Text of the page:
Local Coverage Article Response to Comments

Response to Comments: Prostate Rectal Spacers


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Article ID
Article Title
Response to Comments: Prostate Rectal Spacers
Article Type
Response to Comments
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As an important part of Medicare Local Coverage Determination (LCD) development, National Government Services solicits comments from the provider community and from members of the public who may be affected by or interested in our LCDs. The purpose of the advice and comment process is to gain the expertise and experience of those commenting.

We would like to thank those who suggested changes to the LCD for Prostate Rectal Spacers. The official notice period for the final LCD begins on June 11, 2020 and the final determination will become effective for services rendered on or after August 1, 2020.

Response To Comments


The American Society for Radiation Oncology (ASTRO) noted they “appreciate the addition of coverage associated with moderate hypofractionated radiation therapy” and then recommended changes to spacer selection criteria, in general, noting recent changes to the National Comprehensive Cancer Network (NCCN) criteria. They also included a comment recommending coverage during brachytherapy.

Only the addition of coverage for hypofractionated RTX was open for official comment. Comments not specific to hyofractionated RTX (e.g., related to overall selection criteria or other forms of RTX) may be submitted as a reconsideration request once the revised policy becomes effective.


A practicing radiation oncologist and Carrier Advisory Committee (CAC) member commented that while the addition of moderate hypofractionation is “an important step” …. in recognizing “the concept of BED (biologically equivalent doses), “a consideration should be made for extending this to patients who receive ‘ultrafractionation’, in which the entire course of therapy is only 5-7 treatments and the dose per treatment is 5 Gy.” Cited in support was a recent Scandinavian randomized controlled trial (RCT) “comparing 78 Gy in 39 fractions to 42.7 Gy in 7 fractions found no significant differences in outcomes between the two groups in terms of prostate cancer outcome or late adverse events” (Widmark). A reference to an analysis suggesting use of a spacer for patients receiving high dose stereotactic body radiotherapy (SBRT) would be cost-effective was also provided.(Hutchinson) Other comments included recommendations related to overall spacer selection criteria and brachytherapy.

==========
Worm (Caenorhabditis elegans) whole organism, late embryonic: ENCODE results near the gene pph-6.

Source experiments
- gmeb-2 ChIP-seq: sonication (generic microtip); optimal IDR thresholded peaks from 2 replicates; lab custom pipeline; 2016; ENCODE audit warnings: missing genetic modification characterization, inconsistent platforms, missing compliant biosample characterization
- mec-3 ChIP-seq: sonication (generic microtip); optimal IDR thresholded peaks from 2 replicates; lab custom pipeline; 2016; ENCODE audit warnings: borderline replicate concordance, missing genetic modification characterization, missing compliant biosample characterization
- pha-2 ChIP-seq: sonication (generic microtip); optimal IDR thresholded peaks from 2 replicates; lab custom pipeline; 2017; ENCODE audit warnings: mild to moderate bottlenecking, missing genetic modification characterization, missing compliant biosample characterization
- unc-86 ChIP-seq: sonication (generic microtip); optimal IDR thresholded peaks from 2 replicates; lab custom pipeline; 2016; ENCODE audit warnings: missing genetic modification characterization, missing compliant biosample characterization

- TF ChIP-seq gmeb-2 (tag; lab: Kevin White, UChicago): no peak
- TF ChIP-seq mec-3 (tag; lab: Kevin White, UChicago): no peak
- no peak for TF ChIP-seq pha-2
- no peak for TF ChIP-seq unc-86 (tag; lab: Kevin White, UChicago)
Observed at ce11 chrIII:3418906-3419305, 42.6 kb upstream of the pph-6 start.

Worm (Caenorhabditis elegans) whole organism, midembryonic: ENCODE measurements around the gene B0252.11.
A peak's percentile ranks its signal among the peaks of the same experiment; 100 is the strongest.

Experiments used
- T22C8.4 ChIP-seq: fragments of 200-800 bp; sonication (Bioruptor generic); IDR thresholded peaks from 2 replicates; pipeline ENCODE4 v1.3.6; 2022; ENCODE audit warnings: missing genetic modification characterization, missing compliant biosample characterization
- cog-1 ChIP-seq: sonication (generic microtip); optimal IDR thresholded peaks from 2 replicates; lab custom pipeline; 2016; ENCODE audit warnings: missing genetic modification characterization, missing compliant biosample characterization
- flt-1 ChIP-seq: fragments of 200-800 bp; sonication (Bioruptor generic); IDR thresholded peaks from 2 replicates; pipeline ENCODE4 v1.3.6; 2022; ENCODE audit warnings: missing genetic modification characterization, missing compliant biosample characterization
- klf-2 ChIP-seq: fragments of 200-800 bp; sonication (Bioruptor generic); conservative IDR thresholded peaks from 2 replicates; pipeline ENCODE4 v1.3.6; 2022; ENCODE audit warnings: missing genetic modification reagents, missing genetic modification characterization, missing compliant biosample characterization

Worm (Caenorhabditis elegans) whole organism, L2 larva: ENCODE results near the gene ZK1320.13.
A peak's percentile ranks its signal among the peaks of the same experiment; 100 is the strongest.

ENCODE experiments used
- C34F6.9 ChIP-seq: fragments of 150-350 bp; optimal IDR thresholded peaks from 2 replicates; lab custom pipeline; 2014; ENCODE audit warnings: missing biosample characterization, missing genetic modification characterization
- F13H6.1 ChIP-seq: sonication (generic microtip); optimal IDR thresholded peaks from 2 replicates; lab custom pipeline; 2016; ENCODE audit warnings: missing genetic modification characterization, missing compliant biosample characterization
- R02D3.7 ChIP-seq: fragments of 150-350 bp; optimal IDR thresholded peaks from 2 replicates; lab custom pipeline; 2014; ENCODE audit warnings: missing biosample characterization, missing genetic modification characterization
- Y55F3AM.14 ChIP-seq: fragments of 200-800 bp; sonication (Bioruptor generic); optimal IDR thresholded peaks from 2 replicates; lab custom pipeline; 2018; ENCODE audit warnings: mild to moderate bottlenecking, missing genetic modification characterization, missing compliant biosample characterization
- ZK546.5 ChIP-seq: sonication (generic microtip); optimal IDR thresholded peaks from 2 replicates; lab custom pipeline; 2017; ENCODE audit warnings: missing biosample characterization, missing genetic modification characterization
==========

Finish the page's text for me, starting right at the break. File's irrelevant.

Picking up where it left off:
The Widmark study would seem to be an important step towards establishing more widespread acceptance of ultrafractionation as an alternative to conventionally-fractioned RTX. However, we did not receive comments that would indicate that overall societal acceptance, as outlined in the draft LCD, has yet shifted. As for the overall selection criteria and brachytherapy related comments, please see response to comment #1.

Widmark A, Gunnlaugsson A, Beckman L, et al. Ultra-hypofractionated versus conventionally fractionated radiotherapy for prostate cancer: 5-year outcomes of the HYPO-RT-PC randomised, non-inferiority, phase 3 trial. Lancet. 2019;394(10196):385-395.

Hutchinson RC, Sundaram V, Folkert M, Lotan Y. Decision analysis model evaluating the cost of a temporary hydrogel rectal spacer before prostate radiation therapy to reduce the incidence of rectal complications. Urol Oncol. 2016;34(7):291 e219-226.

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